There is little documentary evidence concerning this Norwich character, and not much anecdotal either, and yet he must have been a very colourful sight on the streets of Norwich over 100 years ago. The bare facts that follow are the result of local newspaper articles over the past 40 years.
His real name was William Potter. He and his wife lived in Whalebone Square, adjacent to The Whalebone Tavern at the bottom of St Clement's Hill. They made a living by street busking and selling bedding plants, some reports say from a flat-barrow mounted on a penny-farthing. He obviously paid a lot of attention to his image and dressed in a tail or cutaway coat, with a tall green top hat or bowler. He would sometimes play the accordion while his wife, fully dressed in elaborate Victorian fashion, would dance beside him.
Any more information about him will usually be anecdotal, but occasionally an item turns up, like the one I'm showing here, that maybe gives a clue to his lifestyle as the people of Edwardian Norwich would have seen it.
This postcard from 1906 is sometimes to be found, but the example I have is signed by the man himself, which makes it very rare, and rather intriguing. The postcard has no inscription on the back, only the somewhat cryptic one on the front. The back is addressed in his own handwriting to an address in Earlham Road. I suspect that William Potter responded to what must have been considerable local fame, by having these postcards printed, by Woods of Fye Bridge, which he then sold, or gave away, to people he met on the street. This entrepreneurial spirit seems in keeping with his extravagant busking attire, and reinforces the idea that he took his image seriously. If I'm correct, the lady on Earlham Road who received the postcard probably asked him for one in the street, and he promised to send one on. This would account for the inscription which simply identifies himself and his wife, with 'sugar' in brackets. This further suggests that this was the way he was usually addressed, and not by the longer version of his nickname.
As a footnote, I believe that, with the tireless help of my son Sam, we have identified the exact location of the photograph. The pair are standing outside the gates of Levell's stonemasons yard at 52 Magdalen Road, at the corner of Shipstone Road which is just behind them. A few hundred yards further back can just be seen the outline of Magdalen Road Congregational church, demolished in 1971.
This leads me to the anecdotal evidence. Why was he called "Sugar My Sop"? In passing it should be said that most people who know of him usually refer to him as "Sugar Me Sop", but this would simply be a local corruption of the correct name. I've seen a few proposed explanations, none of which are convincing, and all of which are pure guesswork. The explanation I'm going to give sounds plausible, but as with so much about these strange characters, it's impossible to prove definitively.
Some years ago, an old lady whose family I was connected with, told me this story.
Her name was Alice Knight and she was born in Shipstone Road in 1894. She died at the age of 108 in 2002, and her memories were fresh until the end. She remembers as a young girl, often seeing William Potter and his wife as they made their way from St Clement's Hill towards Magdalen Street and the city, where they would do their busking. She told me that on a number of occasions he would have a board hanging around his neck bearing the proud slogan: "Every morning I sugar my sop with Dodson's sugar". The Dodson's in question was a grocer's shop, one of seven John Dodson shops in Norwich, at 128 Magdalen Road, and only a few doors from the Potters in Whalebone Square. Dodson's obviously took advantage of Sugar's fame to indulge in some enterprising street advertising, which would in turn help the Potter's probably limited income.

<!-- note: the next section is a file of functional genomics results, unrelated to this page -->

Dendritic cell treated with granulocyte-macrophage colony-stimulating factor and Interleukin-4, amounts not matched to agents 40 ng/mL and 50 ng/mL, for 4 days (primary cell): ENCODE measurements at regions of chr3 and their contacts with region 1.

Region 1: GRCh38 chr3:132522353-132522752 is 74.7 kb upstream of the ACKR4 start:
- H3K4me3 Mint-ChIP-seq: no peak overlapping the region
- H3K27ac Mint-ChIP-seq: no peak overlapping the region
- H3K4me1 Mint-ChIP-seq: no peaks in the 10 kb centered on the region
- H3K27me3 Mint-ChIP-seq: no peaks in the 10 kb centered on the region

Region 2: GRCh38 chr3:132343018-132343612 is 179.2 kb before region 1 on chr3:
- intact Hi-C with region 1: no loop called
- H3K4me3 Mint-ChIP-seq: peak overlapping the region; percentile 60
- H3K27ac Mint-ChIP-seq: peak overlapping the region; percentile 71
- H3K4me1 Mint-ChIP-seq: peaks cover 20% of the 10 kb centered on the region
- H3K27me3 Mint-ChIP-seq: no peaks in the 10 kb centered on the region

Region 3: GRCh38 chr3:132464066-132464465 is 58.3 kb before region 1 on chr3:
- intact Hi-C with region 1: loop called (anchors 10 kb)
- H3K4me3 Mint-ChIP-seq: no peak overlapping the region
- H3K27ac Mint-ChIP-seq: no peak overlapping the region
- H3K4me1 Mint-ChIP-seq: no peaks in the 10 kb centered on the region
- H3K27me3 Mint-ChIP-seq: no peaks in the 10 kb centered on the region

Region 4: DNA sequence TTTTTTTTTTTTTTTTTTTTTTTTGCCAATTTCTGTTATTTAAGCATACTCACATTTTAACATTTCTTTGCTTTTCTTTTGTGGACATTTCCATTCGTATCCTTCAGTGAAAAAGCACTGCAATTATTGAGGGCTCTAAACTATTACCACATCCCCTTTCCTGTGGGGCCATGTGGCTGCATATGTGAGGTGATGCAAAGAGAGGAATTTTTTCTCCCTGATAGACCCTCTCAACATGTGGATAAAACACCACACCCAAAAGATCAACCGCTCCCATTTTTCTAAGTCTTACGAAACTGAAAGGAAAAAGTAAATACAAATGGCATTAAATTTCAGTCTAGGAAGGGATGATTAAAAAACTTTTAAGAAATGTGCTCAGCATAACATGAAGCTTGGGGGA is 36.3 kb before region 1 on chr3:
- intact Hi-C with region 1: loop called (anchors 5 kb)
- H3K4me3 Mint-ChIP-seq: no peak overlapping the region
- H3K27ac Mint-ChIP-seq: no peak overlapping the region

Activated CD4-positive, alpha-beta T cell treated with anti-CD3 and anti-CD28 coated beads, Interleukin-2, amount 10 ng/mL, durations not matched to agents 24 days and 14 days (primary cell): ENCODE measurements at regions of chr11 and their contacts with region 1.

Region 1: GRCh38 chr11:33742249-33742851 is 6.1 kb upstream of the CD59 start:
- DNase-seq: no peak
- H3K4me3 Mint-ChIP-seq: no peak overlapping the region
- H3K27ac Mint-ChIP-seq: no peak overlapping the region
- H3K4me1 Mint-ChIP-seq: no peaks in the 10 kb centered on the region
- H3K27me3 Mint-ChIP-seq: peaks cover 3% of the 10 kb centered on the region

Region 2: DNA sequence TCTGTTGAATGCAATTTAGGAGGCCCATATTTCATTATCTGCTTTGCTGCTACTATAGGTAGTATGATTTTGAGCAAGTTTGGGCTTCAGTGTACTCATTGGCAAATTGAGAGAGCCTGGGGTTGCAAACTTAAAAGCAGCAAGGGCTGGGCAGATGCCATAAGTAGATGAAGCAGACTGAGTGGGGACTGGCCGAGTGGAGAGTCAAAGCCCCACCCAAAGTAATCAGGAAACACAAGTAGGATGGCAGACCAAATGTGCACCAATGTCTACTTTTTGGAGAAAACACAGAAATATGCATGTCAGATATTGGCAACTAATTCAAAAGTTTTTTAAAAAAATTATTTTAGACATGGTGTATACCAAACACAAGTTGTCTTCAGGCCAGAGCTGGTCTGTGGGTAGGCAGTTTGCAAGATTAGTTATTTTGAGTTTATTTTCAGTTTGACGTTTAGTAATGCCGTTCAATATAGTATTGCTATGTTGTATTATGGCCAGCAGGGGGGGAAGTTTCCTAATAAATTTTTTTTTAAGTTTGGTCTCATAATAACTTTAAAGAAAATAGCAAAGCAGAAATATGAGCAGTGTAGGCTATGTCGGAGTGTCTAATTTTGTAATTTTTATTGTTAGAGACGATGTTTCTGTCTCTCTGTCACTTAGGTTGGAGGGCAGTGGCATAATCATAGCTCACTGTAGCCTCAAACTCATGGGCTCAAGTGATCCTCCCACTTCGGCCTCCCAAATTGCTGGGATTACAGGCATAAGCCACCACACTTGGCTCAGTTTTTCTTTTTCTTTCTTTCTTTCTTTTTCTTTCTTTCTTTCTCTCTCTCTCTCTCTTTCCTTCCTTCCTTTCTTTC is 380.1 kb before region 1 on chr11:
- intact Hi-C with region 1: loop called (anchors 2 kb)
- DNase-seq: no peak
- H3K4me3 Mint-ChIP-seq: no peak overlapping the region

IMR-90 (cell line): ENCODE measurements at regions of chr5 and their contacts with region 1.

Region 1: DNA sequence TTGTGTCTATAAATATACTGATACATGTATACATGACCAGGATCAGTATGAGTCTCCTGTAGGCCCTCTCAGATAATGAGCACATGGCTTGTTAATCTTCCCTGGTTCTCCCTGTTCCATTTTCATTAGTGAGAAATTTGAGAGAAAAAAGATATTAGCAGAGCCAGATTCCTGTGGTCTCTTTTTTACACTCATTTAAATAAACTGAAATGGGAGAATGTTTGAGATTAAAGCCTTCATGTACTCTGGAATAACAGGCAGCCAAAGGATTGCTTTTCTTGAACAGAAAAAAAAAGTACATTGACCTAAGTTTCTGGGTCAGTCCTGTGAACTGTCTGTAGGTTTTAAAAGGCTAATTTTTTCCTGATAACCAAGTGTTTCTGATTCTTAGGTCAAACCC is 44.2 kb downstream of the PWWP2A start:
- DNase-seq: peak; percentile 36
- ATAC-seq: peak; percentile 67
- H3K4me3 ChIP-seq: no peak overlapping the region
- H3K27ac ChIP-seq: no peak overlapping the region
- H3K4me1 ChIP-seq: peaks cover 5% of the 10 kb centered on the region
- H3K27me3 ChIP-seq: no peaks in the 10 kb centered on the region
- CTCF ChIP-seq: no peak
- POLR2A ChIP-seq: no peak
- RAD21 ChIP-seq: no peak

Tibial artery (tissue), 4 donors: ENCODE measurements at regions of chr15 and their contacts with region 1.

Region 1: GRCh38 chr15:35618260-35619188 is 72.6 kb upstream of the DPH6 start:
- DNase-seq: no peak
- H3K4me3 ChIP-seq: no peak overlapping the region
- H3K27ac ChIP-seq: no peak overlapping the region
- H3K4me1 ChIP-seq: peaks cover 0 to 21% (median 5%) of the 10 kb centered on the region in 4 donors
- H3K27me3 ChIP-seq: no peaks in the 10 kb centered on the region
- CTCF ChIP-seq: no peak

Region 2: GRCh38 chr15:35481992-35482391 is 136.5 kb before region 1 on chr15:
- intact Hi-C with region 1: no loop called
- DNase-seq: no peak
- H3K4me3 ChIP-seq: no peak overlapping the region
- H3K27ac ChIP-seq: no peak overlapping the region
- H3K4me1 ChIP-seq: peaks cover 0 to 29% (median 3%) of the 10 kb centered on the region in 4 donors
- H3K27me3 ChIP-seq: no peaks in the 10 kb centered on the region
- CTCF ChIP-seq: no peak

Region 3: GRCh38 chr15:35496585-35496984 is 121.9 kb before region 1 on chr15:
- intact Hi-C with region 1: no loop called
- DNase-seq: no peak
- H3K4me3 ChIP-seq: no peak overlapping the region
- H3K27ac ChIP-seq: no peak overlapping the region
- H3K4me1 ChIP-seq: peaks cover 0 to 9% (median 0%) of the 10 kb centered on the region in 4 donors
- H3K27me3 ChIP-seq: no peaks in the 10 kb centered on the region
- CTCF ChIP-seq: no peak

The information I've given here adds to the story I think, but part of the enduring fascination surrounding these Norwich wraithes is that they are essentially unknowable, which add to their potency as we peer through the mists that shroud old Norwich.
Eccentric, entrepreneur - character. These people throng the streets in every era, sometimes visible, sometimes not; and I will share my memories of those that I have known, and some like 'sugar' that I have not, on my blog over the next year or so.
William Childerhouse reigned as the splendidly named Norwich Bellman for some 30 years, until his death at the age of 67 in 1905.
He became a local hero during the devastating floods of 1878, when he braved the flood waters all over the city, relaying the latest news and public information advice in his renowned stentorian voice, despite at one point having to drag himself out of the waters after falling off his makeshift raft.
I don't have any new information on this rather obscure character, whose life remains in the shadows while his image is much better known., but I do have a very tenous connection with him. About 40 years ago I had a great friend, Alfie Goose, who was a well known Mile Cross character in his own right. Alfie had some interesting memorabilia about The Bellman, but also the unbeatable distinction of having been introduced to him when he was a young lad, and even sat on the old gentleman's knee. Some of these figures are so far in the past, and so little known about them, that it seems hard to believe they were as real as the rest of us. Through Alfie Goose I've always had the knowledge that The Bellman was once among us, and not just an image on an old postcard.
The photograph shows The Bellman in his familiar pose, and any Norwich resident will easily identify the historic backdrop